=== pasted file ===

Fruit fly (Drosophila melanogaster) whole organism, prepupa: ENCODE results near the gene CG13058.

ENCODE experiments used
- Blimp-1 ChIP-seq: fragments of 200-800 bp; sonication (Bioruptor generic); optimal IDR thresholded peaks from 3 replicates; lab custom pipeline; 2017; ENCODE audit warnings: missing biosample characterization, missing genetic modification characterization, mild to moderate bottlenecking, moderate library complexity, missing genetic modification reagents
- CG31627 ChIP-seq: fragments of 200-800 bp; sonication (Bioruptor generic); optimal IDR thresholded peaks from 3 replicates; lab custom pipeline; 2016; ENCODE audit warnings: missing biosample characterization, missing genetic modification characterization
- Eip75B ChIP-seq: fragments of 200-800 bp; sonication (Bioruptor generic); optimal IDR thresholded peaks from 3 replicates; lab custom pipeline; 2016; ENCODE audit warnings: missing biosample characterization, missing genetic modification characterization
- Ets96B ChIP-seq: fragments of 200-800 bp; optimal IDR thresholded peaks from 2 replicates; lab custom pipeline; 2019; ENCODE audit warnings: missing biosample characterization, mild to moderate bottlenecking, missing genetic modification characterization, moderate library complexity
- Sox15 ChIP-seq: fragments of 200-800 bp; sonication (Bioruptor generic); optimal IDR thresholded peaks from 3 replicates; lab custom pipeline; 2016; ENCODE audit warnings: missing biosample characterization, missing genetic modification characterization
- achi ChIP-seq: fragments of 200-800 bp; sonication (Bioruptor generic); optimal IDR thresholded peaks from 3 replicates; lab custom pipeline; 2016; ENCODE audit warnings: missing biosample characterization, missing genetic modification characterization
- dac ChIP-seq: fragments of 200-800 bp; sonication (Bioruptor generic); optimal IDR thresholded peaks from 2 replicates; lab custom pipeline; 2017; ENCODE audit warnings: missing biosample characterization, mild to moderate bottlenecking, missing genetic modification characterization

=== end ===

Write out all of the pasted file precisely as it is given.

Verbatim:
Fruit fly (Drosophila melanogaster) whole organism, prepupa: ENCODE results near the gene CG13058.

ENCODE experiments used
- Blimp-1 ChIP-seq: fragments of 200-800 bp; sonication (Bioruptor generic); optimal IDR thresholded peaks from 3 replicates; lab custom pipeline; 2017; ENCODE audit warnings: missing biosample characterization, missing genetic modification characterization, mild to moderate bottlenecking, moderate library complexity, missing genetic modification reagents
- CG31627 ChIP-seq: fragments of 200-800 bp; sonication (Bioruptor generic); optimal IDR thresholded peaks from 3 replicates; lab custom pipeline; 2016; ENCODE audit warnings: missing biosample characterization, missing genetic modification characterization
- Eip75B ChIP-seq: fragments of 200-800 bp; sonication (Bioruptor generic); optimal IDR thresholded peaks from 3 replicates; lab custom pipeline; 2016; ENCODE audit warnings: missing biosample characterization, missing genetic modification characterization
- Ets96B ChIP-seq: fragments of 200-800 bp; optimal IDR thresholded peaks from 2 replicates; lab custom pipeline; 2019; ENCODE audit warnings: missing biosample characterization, mild to moderate bottlenecking, missing genetic modification characterization, moderate library complexity
- Sox15 ChIP-seq: fragments of 200-800 bp; sonication (Bioruptor generic); optimal IDR thresholded peaks from 3 replicates; lab custom pipeline; 2016; ENCODE audit warnings: missing biosample characterization, missing genetic modification characterization
- achi ChIP-seq: fragments of 200-800 bp; sonication (Bioruptor generic); optimal IDR thresholded peaks from 3 replicates; lab custom pipeline; 2016; ENCODE audit warnings: missing biosample characterization, missing genetic modification characterization
- dac ChIP-seq: fragments of 200-800 bp; sonication (Bioruptor generic); optimal IDR thresholded peaks from 2 replicates; lab custom pipeline; 2017; ENCODE audit warnings: missing biosample characterization, mild to moderate bottlenecking, missing genetic modification characterization